However, with the advent of independence in the Gold Coast, “some of the Ewe leaders including Daniel Chapman and Gerald Awumah expressed the view that the best hope for the Ewe people lay in the integration of British Togoland with the Gold Coast.” Despite the pro-unification Togoland congress claiming to be acting on behalf of all, the historical records show that it really spoke only on behalf of only the Ewes in the South – i.e. between Ho and Keta. The Africa Today report of 1957 mentions splits in the ranks of the unificationists. They noted “the Togoland Congress claims to stand for the unification of all Togoland as though this area were a natural entity. Other unificationists say let the north and center go to the Gold Coast if they wish but the south (Ewe Territory) must remain as a Trust territory so that the door may be left open for the uniting of the Ewe nation.”
4.The Plebiscite and Matters Arising
In 1954, a United Nations Visiting Team to British Togoland recommended a plebiscite to be held to decide on the wishes of the Togoland people on the issues of whether the Trust Territory should be integrated into or secede from the Gold Coast. The plebiscite came about because the British government, having granted internal self-government to the Gold Coast in 1954, informed the UN it could no longer administer British Togoland separately after the Gold Coast had achieved full independence (Bening, 1983; p205). The future of the Togoland territory was decided based on majority votes of the plebiscite from these four areas: (1) Northern Section of British Togoland, (3) Kpandu and Ho Districts; (3) Buem-Krachi District north of the southern boundary; and (4) Buem-Krachi District.
On 9 May 1956, the poll was held with an 83% voter turnout estimated at 160,587 persons. A resounding 58% of the population backed the union with the Gold Coast with the remaining 42% voting against it. The same plebiscite in French Togoland, showed a majority of the people voting in favour of the territory becoming an autonomous republic within the French Union (Prescott, 1963). Interestingly, the results showed that there was an overwhelming support for the union in the Northern Togoland region whereas the Ewe-speaking areas of the south namely in Ho and Kpando voted strongly in favour of seceding from the new Ghana. To put this into context, Ho and Kpando regions comprised only about 15% of the territory in terms of landmass.
On this basis, the British government therefore recommended that the Trans Volta Togoland should be integrated into the Gold Coast. This suggestion, however, did not go down well with a portion of those from the Ewe speaking regions as they had opted to join the French Togo in the plebiscite which had then attained the status of an autonomous republic. There was even an armed rebellion by the people of Alavanyo against integration with the Gold Coast.
Figure 1 Results of the 1956 Plebiscite in British Togoland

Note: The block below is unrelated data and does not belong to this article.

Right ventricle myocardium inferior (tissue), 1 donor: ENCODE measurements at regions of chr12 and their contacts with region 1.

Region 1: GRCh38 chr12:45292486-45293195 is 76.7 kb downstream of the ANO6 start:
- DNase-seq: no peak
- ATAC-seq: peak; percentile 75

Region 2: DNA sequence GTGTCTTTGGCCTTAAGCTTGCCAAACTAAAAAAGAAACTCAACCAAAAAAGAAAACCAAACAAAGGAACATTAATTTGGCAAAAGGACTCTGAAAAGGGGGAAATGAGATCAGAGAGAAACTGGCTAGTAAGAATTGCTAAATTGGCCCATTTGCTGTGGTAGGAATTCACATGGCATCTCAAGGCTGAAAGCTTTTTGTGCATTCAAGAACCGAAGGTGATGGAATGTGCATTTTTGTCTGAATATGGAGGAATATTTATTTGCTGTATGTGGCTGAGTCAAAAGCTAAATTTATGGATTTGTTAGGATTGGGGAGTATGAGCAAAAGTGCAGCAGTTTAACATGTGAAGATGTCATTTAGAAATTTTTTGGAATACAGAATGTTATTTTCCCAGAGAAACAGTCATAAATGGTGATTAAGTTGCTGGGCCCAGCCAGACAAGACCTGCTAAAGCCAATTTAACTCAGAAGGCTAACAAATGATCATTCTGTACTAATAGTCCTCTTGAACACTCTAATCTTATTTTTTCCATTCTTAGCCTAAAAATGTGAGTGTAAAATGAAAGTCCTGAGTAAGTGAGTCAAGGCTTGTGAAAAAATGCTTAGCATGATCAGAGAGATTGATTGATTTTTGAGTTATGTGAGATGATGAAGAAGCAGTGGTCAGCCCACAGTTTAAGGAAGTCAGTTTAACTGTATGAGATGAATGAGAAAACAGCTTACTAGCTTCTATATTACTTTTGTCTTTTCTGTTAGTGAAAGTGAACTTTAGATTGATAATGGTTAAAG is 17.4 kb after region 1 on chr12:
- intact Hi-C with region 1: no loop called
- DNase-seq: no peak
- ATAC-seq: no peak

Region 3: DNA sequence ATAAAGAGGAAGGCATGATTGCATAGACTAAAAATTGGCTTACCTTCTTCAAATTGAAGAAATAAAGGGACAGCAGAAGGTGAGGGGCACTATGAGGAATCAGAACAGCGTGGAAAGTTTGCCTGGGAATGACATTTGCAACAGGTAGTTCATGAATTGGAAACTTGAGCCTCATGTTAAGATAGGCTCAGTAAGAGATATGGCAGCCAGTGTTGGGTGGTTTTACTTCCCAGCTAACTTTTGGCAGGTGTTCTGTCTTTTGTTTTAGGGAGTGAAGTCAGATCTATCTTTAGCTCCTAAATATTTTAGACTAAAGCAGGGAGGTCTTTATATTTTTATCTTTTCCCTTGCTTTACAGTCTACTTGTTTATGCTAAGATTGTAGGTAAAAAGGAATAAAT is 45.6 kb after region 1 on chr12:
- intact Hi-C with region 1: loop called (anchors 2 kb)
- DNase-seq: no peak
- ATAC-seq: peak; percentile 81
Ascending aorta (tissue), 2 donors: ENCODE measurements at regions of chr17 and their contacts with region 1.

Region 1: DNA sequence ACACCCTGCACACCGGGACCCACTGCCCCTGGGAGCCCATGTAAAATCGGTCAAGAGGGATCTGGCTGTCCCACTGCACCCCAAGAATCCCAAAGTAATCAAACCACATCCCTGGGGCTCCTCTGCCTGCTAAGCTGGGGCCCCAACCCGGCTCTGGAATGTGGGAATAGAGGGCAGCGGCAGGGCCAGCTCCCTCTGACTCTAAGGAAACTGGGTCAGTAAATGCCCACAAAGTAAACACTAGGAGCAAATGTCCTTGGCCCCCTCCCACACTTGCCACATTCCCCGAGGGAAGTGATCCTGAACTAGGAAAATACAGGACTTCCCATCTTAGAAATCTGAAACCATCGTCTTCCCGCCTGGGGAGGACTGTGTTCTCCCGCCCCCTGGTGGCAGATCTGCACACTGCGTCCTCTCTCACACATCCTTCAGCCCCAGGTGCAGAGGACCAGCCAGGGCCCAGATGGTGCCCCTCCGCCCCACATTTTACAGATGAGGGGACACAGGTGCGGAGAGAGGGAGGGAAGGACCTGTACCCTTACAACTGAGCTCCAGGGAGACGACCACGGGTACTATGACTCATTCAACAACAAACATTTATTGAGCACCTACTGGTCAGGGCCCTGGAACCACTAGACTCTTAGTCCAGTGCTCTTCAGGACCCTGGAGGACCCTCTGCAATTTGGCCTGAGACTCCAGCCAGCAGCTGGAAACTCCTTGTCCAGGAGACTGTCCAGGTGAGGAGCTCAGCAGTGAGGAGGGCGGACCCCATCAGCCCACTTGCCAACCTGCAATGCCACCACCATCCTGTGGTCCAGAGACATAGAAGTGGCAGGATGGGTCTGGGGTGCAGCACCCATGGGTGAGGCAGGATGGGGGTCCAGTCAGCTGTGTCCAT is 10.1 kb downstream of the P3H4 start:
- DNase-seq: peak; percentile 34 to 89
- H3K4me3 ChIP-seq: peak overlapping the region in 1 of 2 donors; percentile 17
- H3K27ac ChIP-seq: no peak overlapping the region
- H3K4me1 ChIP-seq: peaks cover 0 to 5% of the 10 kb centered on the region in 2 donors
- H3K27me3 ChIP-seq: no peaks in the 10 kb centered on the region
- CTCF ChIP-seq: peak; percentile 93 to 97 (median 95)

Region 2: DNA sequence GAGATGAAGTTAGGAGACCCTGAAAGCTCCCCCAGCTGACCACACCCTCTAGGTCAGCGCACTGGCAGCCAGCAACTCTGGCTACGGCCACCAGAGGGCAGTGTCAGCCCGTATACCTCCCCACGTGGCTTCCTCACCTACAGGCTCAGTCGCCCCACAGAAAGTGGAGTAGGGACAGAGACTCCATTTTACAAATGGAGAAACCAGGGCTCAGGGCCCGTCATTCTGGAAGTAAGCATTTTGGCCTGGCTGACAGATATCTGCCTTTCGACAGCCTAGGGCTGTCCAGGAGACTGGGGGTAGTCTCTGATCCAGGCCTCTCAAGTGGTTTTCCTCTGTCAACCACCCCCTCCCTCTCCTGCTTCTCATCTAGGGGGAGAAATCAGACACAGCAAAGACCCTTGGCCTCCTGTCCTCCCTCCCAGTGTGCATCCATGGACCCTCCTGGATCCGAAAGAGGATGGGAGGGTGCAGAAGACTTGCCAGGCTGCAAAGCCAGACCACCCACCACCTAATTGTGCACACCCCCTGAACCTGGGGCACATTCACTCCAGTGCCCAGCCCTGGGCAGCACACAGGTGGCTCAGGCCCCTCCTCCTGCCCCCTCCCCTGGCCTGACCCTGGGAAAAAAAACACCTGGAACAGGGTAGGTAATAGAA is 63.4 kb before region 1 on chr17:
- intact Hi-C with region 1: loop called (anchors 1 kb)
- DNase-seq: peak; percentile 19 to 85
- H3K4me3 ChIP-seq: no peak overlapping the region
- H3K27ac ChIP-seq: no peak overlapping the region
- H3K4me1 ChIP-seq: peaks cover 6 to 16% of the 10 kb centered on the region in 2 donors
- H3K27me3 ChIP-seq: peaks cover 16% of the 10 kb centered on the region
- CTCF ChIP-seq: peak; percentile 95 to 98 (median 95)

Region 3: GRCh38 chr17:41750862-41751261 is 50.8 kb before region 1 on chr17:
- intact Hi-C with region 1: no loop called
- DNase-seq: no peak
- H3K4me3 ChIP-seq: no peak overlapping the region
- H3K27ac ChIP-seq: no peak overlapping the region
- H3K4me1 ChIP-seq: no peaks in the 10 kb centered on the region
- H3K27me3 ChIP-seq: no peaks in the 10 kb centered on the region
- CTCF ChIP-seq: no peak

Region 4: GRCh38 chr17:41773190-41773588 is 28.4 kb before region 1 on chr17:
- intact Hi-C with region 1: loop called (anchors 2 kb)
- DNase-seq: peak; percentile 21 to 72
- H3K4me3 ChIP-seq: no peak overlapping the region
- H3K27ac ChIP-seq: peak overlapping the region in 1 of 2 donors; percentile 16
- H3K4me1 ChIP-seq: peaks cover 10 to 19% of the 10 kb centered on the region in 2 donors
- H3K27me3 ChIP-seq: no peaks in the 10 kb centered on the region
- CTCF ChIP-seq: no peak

Source: UN Year Book (1959) cited in Bening (1983)
Following the recommendation by the British government on the basis of the poll results, the Fourth Committee of the Eleventh Session of the General Assembly of the UN approved the union “…. and their recommendation was adopted by the General Assembly and on 6 March, 1957 the British trust territory of Togoland and the Gold Coast became the independent and unitary state of Ghana.” The new Parliament of Ghana after independence adopted the UN resolution to merge and integrate the Trans-Volta Togoland with Ghana which was then given the name Volta Region.
From the above historical exposition, it is trite to say the requisite protocols were followed in the run-up to Trans-Volta Togoland becoming part of the unitary state called Ghana. It is highly fatuous for anybody to claim that they have the right to secede because the Trans-Volta Togoland-Ghana union has not been formally established by way of a unionized constitution to date. The processes adopted and the results of the plebiscite were clear: the vote was not for federal union! Rather, it was to join a new unitary state called Ghana. The Queen did not need to incorporate Western (British) Togoland into an Act establishing Ghana – i.e. the 1956 Ghana Independence Bill.
This issue of secession did not start today. Indeed, some people publicly demanded secession from Ghana at a 1975 durbar attended by Gen. I.K. Acheampong at Ho. The historical records even show that a legion of Ewe chiefs also went to Lomé and petitioned the Ghana Ambassador there to initiate immediate negotiations between the two countries for a solution to the demands for the reunification of Togoland. Finally, let me restate here again that the May 1956 plebiscite duly prepared the way for British Togoland to join the Gold Coast and became a fully independent state of Ghana on 6 March 1957. The interests of elements in this fringe secessionist group should be discounted and treated with the contempt it deserves. I have not seen any 50 year expiry date on the plebiscite. Their claims are bogus!